Goodreads: A Spark of Light
Publisher: Allen & Unwin
Publication Date: 03 October 2018
Genre: Contemporary Fiction
When Vonita opened the doors of the Center that morning, she had no idea that it would be for the last time.
Wren has missed school to come to the Center, the sole surviving women’s reproductive health clinic in the state, chaperoned by her aunt, Bex. Olive told Peg she was just coming for a check-up. Janine is undercover, a pro-life protester disguised as a patient. Joy needs to terminate her pregnancy. Louie is there to perform a service for these women, not in spite of his faith, but because of it.
When a desperate and distraught gunman bursts into the Center, opening fire and taking everyone hostage, Hugh McElroy is the police negotiator called to the scene. He has no idea that his fifteen-year-old daughter is inside.
Told in a daring and enthralling narrative structure that counts backward through the hours of the standoff, this is a story that traces its way back to what brought each of these very different individuals to the same place on this fateful day.
TL;DR: Powerful, moving and makes you reflect on your opinions. It’s easy to read but not an easy read due to the topics (mainly abortion). Jodi Picoult manages to tackle another controversial, but highly relevant, issue through A Spark of Light without taking sides or pointing fingers, it’s up to you to form your own opinion on the matter.
CW/TW: abortion, gun violence, hostage situation
There’s a reason that Jodi Picoult has been one of my favourite authors ever since I discovered her books in high school. She manages to tackle incredibly controversial topics through her stories, all without pointing fingers or taking sides. If you ever feel like maybe she’s trying to sway you in a certain direction, that thought will go flying out the window in the next paragraph or chapter as she writes from an opposing POV. Through the extensive research that you can tell goes into each book she writes, she manages to lay out contrasting opinions that makes the reader really think and consider their own opinions. It’s such an incredible talent and I applaud her ability to do it time and again.
“We are all drowning slowly in the tide of our opinions, oblivious that we are taking on water every time we open our mouths.”
With A Spark of Light, Picoult took me on an emotional roller coaster ride. There’s an edition of the book that’s covered in bright pastel colours which stands in stark contrast with the content of the book. While her simple and compelling writing style makes it an easy read, the topics that she covers (abortion, gun violence, race and class issues, parenthood) most definitely are not. It’s been a while since I read one of her books, but I have to admit that some parts relating to abortion did get very graphic, so read with care.
The story was told in reverse chronological order so that our first glimpse of the characters occurs after the shooting and hostage situation. As we go back in time by the hour to the start of the event, the reader is thrown into a story filled with high tension, and the pacing continues fairly quickly throughout. We get a glimpse into each of the characters’ lives, with detailed backstories of how they came to be at the Clinic, and I thought they were all well developed. With the way this is told, I admit that I was pretty confused by all the character POVs at the start, especially since they’re mentioned as if we should already be familiar with them. I did go back and forth a few times to make sure that I was remembering characters and events correctly and it made me wonder if the story would’ve been more compelling had it been told in chronological order.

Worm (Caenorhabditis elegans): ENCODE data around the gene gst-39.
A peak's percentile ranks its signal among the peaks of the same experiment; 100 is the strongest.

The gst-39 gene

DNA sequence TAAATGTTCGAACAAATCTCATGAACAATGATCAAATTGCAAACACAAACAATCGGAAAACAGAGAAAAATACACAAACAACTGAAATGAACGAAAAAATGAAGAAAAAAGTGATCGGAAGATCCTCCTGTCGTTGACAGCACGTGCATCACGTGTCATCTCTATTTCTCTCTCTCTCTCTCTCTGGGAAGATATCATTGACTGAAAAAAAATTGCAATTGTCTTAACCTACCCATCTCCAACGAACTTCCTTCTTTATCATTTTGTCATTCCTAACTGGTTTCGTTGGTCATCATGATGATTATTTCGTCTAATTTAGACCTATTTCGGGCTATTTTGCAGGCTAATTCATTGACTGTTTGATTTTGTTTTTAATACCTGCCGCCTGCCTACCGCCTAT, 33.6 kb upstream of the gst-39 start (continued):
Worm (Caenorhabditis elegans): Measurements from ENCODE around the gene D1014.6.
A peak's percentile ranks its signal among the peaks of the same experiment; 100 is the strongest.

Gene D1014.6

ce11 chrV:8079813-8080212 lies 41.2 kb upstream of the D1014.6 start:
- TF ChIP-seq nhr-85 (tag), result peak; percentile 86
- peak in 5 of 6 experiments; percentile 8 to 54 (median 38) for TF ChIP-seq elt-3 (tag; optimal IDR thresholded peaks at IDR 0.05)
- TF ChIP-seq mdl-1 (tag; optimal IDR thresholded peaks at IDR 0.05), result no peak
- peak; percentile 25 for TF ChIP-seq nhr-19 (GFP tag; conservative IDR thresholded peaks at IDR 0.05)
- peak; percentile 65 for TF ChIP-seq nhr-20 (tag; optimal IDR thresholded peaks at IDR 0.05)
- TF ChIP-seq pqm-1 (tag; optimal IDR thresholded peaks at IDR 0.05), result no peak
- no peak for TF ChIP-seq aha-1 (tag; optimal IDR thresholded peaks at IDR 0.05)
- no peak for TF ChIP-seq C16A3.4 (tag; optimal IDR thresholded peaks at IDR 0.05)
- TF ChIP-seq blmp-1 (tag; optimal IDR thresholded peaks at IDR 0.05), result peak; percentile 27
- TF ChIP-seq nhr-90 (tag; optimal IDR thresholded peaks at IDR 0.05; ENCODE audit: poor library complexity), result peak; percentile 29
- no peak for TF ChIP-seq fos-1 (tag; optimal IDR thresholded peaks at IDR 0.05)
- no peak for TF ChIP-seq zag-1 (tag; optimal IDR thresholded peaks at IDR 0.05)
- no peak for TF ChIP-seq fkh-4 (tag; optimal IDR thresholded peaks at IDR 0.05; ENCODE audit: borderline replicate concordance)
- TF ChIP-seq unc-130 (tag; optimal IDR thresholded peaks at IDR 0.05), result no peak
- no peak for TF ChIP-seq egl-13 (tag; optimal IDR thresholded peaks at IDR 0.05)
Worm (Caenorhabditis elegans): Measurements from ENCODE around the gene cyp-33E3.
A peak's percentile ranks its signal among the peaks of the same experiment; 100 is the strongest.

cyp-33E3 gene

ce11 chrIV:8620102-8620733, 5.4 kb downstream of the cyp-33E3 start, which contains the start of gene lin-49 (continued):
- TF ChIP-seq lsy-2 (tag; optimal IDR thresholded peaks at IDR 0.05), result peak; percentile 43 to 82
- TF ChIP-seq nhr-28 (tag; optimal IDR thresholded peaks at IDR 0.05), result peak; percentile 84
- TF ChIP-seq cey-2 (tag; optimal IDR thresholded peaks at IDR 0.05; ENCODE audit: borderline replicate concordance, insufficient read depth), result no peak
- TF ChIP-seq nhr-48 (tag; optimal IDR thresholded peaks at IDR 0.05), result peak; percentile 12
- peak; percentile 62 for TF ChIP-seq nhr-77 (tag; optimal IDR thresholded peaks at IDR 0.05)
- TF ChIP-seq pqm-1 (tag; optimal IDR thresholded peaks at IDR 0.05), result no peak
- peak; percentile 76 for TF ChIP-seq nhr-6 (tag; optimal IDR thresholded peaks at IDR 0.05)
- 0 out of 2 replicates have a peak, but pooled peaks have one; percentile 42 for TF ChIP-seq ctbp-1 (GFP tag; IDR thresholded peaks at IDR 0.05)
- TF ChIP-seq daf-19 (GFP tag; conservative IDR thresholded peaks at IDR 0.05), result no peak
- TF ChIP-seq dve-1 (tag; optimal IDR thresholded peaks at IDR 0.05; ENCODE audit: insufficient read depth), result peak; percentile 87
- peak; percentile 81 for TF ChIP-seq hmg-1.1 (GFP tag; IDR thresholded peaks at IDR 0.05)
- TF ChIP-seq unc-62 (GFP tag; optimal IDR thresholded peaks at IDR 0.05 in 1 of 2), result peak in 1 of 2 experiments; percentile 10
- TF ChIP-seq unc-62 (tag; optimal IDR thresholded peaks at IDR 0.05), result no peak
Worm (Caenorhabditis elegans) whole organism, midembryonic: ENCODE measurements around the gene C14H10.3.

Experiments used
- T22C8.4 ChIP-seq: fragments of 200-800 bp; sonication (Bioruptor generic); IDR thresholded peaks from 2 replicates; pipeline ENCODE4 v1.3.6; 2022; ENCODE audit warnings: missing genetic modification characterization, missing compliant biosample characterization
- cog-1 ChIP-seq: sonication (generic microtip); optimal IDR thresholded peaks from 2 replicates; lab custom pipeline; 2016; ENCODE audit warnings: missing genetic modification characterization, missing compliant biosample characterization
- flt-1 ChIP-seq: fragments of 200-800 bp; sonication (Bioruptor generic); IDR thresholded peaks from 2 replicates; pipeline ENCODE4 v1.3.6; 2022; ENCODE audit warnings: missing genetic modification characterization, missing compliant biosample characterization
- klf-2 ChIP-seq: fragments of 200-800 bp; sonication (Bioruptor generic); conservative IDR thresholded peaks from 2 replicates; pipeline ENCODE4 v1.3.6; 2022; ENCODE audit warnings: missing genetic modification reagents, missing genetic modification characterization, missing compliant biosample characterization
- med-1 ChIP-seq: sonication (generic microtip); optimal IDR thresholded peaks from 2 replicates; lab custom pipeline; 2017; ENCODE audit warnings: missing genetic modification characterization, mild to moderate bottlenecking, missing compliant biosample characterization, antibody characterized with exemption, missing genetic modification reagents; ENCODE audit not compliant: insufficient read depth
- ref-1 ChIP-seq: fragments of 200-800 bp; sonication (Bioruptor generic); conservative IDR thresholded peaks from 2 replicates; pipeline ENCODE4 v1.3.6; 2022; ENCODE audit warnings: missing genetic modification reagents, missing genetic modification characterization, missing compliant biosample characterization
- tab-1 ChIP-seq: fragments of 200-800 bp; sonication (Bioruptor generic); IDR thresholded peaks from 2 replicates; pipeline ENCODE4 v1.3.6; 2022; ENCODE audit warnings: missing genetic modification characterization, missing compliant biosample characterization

“She had come to the clinic because she didn’t want to be a little girl anymore. But it wasn’t having sex that made you a woman. It was having to make decisions, sometimes terrible ones. Children were told what to do. Adults made up their own minds, even when the options tore them apart.”
There was one character POV that I know was pretty important to the story but at the same time, I wasn’t really sure if it was necessary? I don’t know how to explain what I mean without giving spoilers but… While it was interesting to see how certain characters were surprisingly connected through this particular storyline, in the end, it was left unresolved/hanging so I wasn’t really sure what to make of it.
“Your religion should help you make the decision if you find yourself in that situation, but the policy should exist for you to have the right to make it in the first place.
When you say you can’t do something because your religion forbids it, that’s a good thing. When you say I can’t do something because YOUR religion forbids it, that’s a problem.”
What I think makes this story even more powerful is that, although it’s based in the United States and discusses US policies (that I personally don’t know much about), it’s still 100% relatable and especially relevant to all (women and men) who read it. This book had me hunched over and doing something that I never do in books, which is to write in them (!!!), but there I was underlining countless passages because of how much it resonated with me and made me think about my own ideas opinions on the subject(s). Plz don’t judge me too harshly right now lol
So why didn’t I give this five stars? I wished that some sections would’ve been shorter and that certain storylines could’ve been revisited in more detail. I felt that the ending was rushed and left slightly unresolved, as I still had many unanswered questions about certain events and characters. All said though, Picoult is truly a wonder with words. I highly recommend this one!
Have you read A Spark of Light or is it on your TBR?